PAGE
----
In Maseno, the board detected a pattern where students who got A in English ended up with A- in either Kiswahili or Maths.

Another head teacher from Nyanza Province said exam cheating is on the rise and the ministry’s handling of the issue is disappointing.

"The process of marking exams is clear and rigorous. The manipulation of results could only have been done within KNEC’s higher ranks, long after the examiners had done their work," the principal said.

Cheating rampant

He added: "I have never heard of any place in the world where exam results have been recalled. KNEC has broken the record."

The principal said it was "unusual and has never happened" that in a school with more than 100 candidates, the lowest has a B+.

The law of "natural distribution", the principal said, does not allow for a school with more than 100 candidates to get a mean score of 11.00.

Even more unsettling are unconfirmed reports of the lengths to which some head teachers went in colluding with their students to ensure they were among the top schools.

In one school not more than 30km from Nairobi, several Form Two students are said to have spent a night at a hotel delivering answers to the exam questions.

In yet another school, Form Four students were reportedly asked to buy cell phones, which were to be used to relay answers.

"Exams are the culmination of the whole delivery of learning and teaching. If professionalism isn’t embraced and seen to be practicsed in the way examinations are handled then everything is wasted," says Mr Christopher Khaemba, the outgoing Alliance High School principal.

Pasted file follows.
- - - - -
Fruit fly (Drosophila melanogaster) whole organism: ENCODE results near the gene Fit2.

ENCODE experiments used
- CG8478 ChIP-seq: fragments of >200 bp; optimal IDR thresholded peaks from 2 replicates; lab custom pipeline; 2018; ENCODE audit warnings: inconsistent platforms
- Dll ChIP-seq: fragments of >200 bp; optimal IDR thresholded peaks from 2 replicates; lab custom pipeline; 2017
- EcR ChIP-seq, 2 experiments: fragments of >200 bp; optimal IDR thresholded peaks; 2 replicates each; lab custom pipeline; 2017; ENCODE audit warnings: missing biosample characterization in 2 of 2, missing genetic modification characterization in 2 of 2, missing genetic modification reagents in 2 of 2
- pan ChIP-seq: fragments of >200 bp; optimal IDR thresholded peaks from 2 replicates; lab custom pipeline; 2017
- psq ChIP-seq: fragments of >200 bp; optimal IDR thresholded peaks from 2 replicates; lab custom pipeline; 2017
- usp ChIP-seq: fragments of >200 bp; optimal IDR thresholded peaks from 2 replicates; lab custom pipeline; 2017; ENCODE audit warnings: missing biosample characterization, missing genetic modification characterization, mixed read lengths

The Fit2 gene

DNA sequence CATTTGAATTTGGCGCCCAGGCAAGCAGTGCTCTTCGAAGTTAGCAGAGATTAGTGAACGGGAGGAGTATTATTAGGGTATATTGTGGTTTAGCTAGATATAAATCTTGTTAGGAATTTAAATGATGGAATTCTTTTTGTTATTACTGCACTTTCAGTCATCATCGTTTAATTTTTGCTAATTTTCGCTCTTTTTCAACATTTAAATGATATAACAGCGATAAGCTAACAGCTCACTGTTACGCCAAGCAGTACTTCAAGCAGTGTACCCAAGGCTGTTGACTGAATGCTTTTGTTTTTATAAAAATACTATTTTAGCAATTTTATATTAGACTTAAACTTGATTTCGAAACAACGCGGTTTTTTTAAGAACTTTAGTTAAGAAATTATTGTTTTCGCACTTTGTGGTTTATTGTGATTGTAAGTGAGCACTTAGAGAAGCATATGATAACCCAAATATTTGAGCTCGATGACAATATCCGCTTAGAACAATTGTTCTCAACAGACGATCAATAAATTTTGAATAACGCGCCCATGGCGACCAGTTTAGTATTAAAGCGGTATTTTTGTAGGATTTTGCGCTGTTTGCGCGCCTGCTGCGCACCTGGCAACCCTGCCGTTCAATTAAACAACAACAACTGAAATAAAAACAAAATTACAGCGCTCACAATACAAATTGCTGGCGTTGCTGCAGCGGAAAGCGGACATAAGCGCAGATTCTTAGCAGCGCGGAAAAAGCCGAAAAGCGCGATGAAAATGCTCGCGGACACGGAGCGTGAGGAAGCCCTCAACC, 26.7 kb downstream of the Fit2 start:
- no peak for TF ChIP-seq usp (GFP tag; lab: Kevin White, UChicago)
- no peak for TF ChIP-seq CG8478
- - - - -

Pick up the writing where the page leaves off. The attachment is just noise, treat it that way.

Results of at least 30 students at the school were affected.

Khaemba said since the ministry had already taken a stand on the issue, an independent commission should be set up to find out what really happened to last year’s examination results, which he describes as "extremely random".

Khaemba points out at several issues that he says are highly unusual of examination results. He cites the example of Limuru Girls’ which has more than 119 A’s in Mathematics and only 19 A’s in English.

"I haven’t seen this before. I don’t know how it is possible for the same students to score that many A’s in Mathematics and perform so poorly in English. After all, girls are known to do well in languages," he said.